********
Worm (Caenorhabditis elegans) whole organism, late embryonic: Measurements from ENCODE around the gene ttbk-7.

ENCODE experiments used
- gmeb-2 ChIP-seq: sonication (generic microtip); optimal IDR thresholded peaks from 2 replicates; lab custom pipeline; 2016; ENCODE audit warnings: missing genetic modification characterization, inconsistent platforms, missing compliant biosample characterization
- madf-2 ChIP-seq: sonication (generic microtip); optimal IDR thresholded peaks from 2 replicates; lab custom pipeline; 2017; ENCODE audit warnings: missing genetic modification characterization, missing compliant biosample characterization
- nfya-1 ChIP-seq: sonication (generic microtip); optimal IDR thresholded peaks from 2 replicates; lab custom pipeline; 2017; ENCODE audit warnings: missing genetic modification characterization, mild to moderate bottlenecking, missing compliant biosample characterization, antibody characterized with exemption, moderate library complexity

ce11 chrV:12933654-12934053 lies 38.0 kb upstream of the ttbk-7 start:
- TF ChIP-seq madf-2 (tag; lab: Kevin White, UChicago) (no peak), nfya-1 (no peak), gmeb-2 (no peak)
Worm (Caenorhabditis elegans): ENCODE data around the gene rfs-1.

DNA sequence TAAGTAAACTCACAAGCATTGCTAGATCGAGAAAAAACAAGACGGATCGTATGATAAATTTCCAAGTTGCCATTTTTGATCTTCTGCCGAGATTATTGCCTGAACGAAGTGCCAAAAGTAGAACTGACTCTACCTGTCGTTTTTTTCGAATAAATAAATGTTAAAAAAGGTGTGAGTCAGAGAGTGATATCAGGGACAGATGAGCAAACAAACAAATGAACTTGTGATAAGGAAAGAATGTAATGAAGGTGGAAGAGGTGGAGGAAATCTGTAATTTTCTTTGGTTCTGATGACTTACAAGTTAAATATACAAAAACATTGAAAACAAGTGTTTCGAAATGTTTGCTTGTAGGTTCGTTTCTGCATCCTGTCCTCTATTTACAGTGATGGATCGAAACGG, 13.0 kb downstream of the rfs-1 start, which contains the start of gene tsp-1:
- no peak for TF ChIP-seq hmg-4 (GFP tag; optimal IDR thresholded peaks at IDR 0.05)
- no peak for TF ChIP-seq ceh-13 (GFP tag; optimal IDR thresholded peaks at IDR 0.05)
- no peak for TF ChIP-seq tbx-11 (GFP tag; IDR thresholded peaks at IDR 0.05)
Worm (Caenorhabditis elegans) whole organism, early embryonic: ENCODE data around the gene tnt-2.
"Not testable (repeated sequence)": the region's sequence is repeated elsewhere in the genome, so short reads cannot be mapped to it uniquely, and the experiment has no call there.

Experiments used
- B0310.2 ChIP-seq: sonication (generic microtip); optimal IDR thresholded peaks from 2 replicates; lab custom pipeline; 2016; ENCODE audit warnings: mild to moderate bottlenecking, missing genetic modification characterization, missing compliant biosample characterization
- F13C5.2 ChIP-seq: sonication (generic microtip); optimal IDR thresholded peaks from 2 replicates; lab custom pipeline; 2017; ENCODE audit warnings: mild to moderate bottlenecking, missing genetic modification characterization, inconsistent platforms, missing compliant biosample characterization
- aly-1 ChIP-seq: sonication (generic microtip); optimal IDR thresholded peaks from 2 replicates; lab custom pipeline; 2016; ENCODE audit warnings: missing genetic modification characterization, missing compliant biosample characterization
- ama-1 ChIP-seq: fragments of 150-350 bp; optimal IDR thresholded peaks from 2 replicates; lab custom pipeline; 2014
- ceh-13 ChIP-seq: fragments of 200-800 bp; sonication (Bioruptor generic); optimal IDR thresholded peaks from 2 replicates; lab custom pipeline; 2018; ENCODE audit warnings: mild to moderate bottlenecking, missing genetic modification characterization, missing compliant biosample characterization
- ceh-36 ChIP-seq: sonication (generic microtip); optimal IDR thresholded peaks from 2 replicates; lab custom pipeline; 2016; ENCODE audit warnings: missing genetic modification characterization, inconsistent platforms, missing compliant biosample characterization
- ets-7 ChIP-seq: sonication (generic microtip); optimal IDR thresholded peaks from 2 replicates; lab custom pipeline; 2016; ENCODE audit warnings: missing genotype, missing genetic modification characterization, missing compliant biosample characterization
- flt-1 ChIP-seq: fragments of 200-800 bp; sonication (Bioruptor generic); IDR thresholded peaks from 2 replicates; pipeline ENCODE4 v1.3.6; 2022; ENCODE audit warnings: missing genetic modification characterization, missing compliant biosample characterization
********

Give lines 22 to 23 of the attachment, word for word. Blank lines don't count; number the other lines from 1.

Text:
- ets-7 ChIP-seq: sonication (generic microtip); optimal IDR thresholded peaks from 2 replicates; lab custom pipeline; 2016; ENCODE audit warnings: missing genotype, missing genetic modification characterization, missing compliant biosample characterization
- flt-1 ChIP-seq: fragments of 200-800 bp; sonication (Bioruptor generic); IDR thresholded peaks from 2 replicates; pipeline ENCODE4 v1.3.6; 2022; ENCODE audit warnings: missing genetic modification characterization, missing compliant biosample characterization